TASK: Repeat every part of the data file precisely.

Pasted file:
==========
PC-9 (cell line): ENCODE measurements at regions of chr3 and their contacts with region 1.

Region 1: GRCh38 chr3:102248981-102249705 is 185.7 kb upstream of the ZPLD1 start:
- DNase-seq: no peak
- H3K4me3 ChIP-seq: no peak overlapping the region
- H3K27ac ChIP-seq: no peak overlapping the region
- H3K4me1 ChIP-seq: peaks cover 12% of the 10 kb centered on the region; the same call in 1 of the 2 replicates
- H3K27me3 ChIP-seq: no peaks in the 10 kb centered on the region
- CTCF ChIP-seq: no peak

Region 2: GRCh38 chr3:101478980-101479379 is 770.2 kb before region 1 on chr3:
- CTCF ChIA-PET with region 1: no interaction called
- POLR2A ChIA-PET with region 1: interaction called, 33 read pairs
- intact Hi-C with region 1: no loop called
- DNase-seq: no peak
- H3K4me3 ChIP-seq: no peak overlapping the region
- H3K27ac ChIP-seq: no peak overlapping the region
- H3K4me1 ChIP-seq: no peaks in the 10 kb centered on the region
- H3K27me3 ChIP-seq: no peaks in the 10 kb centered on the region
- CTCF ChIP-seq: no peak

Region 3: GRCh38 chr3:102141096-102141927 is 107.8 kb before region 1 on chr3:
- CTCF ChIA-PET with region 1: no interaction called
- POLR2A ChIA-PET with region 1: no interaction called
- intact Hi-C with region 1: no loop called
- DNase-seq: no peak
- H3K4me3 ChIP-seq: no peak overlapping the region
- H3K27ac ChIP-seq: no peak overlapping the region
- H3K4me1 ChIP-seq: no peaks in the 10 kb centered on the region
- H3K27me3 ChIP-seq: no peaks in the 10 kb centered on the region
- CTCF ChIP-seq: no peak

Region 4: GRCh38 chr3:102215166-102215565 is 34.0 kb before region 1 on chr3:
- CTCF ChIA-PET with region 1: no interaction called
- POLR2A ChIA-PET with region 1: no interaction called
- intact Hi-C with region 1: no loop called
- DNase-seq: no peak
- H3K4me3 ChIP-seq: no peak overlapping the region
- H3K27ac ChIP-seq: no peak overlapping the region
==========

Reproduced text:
PC-9 (cell line): ENCODE measurements at regions of chr3 and their contacts with region 1.

Region 1: GRCh38 chr3:102248981-102249705 is 185.7 kb upstream of the ZPLD1 start:
- DNase-seq: no peak
- H3K4me3 ChIP-seq: no peak overlapping the region
- H3K27ac ChIP-seq: no peak overlapping the region
- H3K4me1 ChIP-seq: peaks cover 12% of the 10 kb centered on the region; the same call in 1 of the 2 replicates
- H3K27me3 ChIP-seq: no peaks in the 10 kb centered on the region
- CTCF ChIP-seq: no peak

Region 2: GRCh38 chr3:101478980-101479379 is 770.2 kb before region 1 on chr3:
- CTCF ChIA-PET with region 1: no interaction called
- POLR2A ChIA-PET with region 1: interaction called, 33 read pairs
- intact Hi-C with region 1: no loop called
- DNase-seq: no peak
- H3K4me3 ChIP-seq: no peak overlapping the region
- H3K27ac ChIP-seq: no peak overlapping the region
- H3K4me1 ChIP-seq: no peaks in the 10 kb centered on the region
- H3K27me3 ChIP-seq: no peaks in the 10 kb centered on the region
- CTCF ChIP-seq: no peak

Region 3: GRCh38 chr3:102141096-102141927 is 107.8 kb before region 1 on chr3:
- CTCF ChIA-PET with region 1: no interaction called
- POLR2A ChIA-PET with region 1: no interaction called
- intact Hi-C with region 1: no loop called
- DNase-seq: no peak
- H3K4me3 ChIP-seq: no peak overlapping the region
- H3K27ac ChIP-seq: no peak overlapping the region
- H3K4me1 ChIP-seq: no peaks in the 10 kb centered on the region
- H3K27me3 ChIP-seq: no peaks in the 10 kb centered on the region
- CTCF ChIP-seq: no peak

Region 4: GRCh38 chr3:102215166-102215565 is 34.0 kb before region 1 on chr3:
- CTCF ChIA-PET with region 1: no interaction called
- POLR2A ChIA-PET with region 1: no interaction called
- intact Hi-C with region 1: no loop called
- DNase-seq: no peak
- H3K4me3 ChIP-seq: no peak overlapping the region
- H3K27ac ChIP-seq: no peak overlapping the region